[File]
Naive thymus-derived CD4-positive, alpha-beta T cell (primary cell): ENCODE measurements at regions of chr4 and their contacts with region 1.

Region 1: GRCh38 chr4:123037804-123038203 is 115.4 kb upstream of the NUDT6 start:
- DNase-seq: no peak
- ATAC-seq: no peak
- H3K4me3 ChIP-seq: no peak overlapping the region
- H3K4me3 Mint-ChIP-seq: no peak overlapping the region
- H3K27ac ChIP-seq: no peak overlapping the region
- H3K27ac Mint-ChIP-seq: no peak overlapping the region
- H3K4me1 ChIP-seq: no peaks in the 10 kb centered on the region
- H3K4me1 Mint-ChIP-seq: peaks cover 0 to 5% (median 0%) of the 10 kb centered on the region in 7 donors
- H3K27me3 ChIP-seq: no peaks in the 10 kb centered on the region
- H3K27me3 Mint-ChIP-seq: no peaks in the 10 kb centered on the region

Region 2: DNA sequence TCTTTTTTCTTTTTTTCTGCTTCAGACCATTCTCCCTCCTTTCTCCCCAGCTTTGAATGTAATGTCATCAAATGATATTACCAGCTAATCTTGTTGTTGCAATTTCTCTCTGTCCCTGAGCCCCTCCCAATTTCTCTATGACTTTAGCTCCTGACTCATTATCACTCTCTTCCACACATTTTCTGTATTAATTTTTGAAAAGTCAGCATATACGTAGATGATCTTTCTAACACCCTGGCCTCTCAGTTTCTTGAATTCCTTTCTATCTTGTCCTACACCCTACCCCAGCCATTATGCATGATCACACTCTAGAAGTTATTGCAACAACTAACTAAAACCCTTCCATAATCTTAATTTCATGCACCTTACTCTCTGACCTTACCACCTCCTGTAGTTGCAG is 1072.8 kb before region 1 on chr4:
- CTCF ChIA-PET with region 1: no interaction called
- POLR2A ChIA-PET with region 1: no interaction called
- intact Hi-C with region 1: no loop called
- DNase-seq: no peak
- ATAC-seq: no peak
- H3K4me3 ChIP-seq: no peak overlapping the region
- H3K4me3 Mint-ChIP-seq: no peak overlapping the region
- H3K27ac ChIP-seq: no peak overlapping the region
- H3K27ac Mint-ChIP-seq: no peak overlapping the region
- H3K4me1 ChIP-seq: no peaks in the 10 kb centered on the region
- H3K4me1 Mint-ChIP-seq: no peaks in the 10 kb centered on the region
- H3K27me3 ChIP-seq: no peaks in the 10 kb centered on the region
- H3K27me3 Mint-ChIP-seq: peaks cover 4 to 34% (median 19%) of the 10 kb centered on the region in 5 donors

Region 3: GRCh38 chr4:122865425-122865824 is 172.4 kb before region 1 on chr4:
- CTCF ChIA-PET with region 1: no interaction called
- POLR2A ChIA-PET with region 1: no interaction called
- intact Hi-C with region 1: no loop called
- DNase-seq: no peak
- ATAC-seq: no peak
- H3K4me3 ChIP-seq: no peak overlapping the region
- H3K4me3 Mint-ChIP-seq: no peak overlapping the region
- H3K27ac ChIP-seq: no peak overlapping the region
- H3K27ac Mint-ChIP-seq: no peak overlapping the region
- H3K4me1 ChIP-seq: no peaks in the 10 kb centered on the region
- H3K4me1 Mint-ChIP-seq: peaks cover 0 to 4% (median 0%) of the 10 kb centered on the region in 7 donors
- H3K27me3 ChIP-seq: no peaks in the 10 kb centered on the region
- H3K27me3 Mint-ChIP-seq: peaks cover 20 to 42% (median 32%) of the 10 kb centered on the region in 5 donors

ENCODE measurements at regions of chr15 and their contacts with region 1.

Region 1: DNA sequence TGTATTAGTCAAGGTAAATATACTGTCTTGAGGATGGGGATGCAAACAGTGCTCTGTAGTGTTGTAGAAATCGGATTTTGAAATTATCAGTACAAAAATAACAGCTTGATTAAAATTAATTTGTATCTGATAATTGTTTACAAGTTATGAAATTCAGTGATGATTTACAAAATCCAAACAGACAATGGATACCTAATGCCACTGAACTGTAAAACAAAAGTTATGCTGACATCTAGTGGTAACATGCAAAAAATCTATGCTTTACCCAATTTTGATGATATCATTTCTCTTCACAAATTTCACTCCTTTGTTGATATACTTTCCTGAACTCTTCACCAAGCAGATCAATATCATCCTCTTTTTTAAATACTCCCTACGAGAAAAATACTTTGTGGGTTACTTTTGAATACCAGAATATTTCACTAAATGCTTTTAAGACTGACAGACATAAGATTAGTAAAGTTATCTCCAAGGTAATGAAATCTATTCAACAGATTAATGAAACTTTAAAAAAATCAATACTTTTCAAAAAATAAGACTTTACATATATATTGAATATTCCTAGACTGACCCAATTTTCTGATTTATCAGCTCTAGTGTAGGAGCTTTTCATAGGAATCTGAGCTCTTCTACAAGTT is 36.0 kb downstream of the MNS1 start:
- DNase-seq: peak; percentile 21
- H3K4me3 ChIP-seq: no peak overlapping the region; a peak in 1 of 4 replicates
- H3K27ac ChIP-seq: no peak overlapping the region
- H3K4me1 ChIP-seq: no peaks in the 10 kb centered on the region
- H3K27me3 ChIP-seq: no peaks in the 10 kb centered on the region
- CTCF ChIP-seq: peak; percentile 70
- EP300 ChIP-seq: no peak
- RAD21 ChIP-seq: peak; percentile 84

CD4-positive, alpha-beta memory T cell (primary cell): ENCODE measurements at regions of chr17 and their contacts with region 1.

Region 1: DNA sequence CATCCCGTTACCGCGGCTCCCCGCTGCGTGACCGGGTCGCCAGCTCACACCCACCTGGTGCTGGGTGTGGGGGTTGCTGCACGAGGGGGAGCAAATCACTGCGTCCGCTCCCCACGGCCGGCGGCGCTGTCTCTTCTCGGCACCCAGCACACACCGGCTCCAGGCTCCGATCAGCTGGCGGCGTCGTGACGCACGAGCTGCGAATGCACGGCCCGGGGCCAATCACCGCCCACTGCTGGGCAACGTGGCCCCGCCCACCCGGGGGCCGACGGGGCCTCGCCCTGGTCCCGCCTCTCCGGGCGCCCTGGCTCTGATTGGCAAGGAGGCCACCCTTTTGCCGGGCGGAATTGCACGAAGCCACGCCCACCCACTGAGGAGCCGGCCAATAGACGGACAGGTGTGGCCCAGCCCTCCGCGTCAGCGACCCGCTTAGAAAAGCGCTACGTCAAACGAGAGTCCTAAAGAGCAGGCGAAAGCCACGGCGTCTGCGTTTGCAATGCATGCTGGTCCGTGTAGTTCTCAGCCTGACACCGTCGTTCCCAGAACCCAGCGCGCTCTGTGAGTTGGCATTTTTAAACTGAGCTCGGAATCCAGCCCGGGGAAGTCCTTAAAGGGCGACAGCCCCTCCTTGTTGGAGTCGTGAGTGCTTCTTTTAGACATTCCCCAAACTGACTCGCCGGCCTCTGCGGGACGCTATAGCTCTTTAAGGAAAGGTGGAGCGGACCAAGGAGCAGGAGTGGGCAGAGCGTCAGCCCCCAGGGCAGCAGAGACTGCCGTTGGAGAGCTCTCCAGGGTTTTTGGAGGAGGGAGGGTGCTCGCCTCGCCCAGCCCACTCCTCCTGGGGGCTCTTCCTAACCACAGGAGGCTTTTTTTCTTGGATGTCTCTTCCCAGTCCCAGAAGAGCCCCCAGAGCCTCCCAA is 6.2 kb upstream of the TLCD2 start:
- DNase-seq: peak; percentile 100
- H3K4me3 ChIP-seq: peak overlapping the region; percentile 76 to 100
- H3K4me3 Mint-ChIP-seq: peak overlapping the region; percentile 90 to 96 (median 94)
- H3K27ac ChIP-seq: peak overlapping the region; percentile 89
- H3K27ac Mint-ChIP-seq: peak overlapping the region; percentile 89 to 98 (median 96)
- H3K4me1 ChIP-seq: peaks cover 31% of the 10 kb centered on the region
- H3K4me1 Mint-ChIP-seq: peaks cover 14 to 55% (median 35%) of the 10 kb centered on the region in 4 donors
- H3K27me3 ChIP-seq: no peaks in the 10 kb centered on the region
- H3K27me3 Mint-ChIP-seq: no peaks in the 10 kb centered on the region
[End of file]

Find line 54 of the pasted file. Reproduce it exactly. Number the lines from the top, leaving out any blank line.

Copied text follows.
- H3K4me3 ChIP-seq: peak overlapping the region; percentile 76 to 100